Certification Fatigue

This post and subsequent comment caught our team’s attention:


Certification fatigue is a growing complaint shared across a spectrum of users that include design teams, owners, and product manufacturers.  Resistance to jumping through hoops to earn a certification that seems to have a zero-yield for users and little or limited benefit for the environment or social structures is growing.

In 2007, Bark House responded to the pervasiveness of greenwashing by implementing a strategy to increase transparency, to have outcomes verified by neutral third-parties, and to increase visibility for clients who wanted their purchases to have “Purpose”.  The certifications we chose at that time were rigorous and covered both environmental and social measurements.  Our engagement with these programs spanned a ten-year period.

Transparency for Clients

The certification methods were robust and thorough.  But the platforms failed to educate the public on a broad scale about what their certifications mean.  Certification platforms generally have multiple levels or tiers of compliance which aren’t widely identified, resulting in confusion instead of transparency.  Take, for example, the responses to the post above which states that “B Corps are 27% more likely to pay all of their hourly workers a living wage.”  That is a cringe-worthy percentage and fails to accurately represent those companies with the highest-level certifications as was pointed out by the comment.

Third Party Verified Outcomes

Certification strategies were new on the market when we engaged the platforms.  It was clear that the focus of their work was to measure system INPUTS.  Having third-party verification of inputs is valuable.  But our goal was to tell the story about our OUTCOMES.  We expected the certifications to grow through time, but they did not.  They stalled.  This is easier to forgive when we review the system in which they function.  A sustainability paradigm is just that – to hold stable.  A regenerative paradigm, on the other hand, is one with a foundation from the beginning that focuses on development.  Certifications are not regeneratively focused and are not capable of measuring regenerative outcomes.  A sustainability matrix can be an aspect of a regenerative project, but sustainability is too limited to encompass regenerative development.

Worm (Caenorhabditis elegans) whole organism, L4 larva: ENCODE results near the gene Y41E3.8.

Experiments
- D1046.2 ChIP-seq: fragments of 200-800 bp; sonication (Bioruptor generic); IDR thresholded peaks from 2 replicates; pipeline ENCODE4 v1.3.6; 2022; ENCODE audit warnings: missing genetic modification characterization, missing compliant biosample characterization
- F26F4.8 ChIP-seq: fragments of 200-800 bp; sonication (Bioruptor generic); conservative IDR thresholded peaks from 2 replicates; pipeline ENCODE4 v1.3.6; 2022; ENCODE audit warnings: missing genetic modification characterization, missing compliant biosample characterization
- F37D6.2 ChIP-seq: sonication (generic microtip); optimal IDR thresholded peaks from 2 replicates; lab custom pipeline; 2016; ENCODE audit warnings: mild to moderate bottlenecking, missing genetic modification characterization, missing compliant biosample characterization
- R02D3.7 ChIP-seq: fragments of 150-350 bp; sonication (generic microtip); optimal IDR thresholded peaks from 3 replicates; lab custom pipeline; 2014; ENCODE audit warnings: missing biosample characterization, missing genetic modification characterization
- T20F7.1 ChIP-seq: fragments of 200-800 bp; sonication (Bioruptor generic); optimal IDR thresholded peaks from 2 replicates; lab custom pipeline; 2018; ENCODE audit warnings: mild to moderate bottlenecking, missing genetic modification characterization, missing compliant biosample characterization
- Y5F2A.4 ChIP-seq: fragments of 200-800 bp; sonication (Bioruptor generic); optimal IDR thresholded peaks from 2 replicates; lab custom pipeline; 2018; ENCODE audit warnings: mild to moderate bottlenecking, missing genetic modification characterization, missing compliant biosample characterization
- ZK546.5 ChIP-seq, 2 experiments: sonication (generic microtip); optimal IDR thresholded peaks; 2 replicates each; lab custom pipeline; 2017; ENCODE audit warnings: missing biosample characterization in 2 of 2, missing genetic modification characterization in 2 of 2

So, while we did obtain our goal of third-party confirmation that we do what we say (no greenwashing here), the certifications ultimately failed us.  Moreover, in the same year that Bark House received the world’s first and only Cradle-to-CradleTM Platinum level certification with rigorous environmental input measures, we failed to earn the “Best for the World in the Environmental Category” Award from B-Corp.  The response from B Corp was that they were changing their matrix, and did not have time to review how our submission was scored.

Increasing Visibility

This is perhaps the most disappointing point for the small business owner whose investment time and money are limited.  The visibility of the certification strategies themselves never grew to a level where they were readily recognized by our clients.  With all the time we volunteered to talk about the strengths of the strategies, and all the time that colleagues participating in those strategies volunteered, the result was far less than expected.  As we traveled across the country over that ten-year period and asked Architects and Designers if they were aware of the certification strategies we had chosen – B Corp and Cradle-to-CradleTM – the answer was most often “no”.

In 2017, the year that Bark House received a Cradle to Cradle Platinum level product certification, B the Change Media had become B Corp’s new marketing partner.  B the Change Media wanted to charge $9,000 to share with other B Corps via a new magazine that one of their own earned the highest possible ranking from another certifying body.  All the hours we had invested sharing the story of B Corp, and building their brand, led to the inequity of pay to play.  A greater irony is that while going through the C2C certification process in 2007, I requested that the ISO measurement being used for social equity be more robust.  As a result, B Corp was adopted by C2C to measure social equity, and it became their only option at that time.

Lessons Learned

There has been no push-back from our clients about dropping certifications.  They know our core values and appreciate that we went through ten-years of evaluation with the same core philosophy and purpose that we hold today.  Clients know who we are, and see our level of commitment and directly experience the benefits of working with us.  Our team has worked hard to share the stories about our outcomes and we continue to work hard with a core purpose of “Changing the Nature of Building™” to Whole-Building™ – a regenerative whole-systems multi-impact process.

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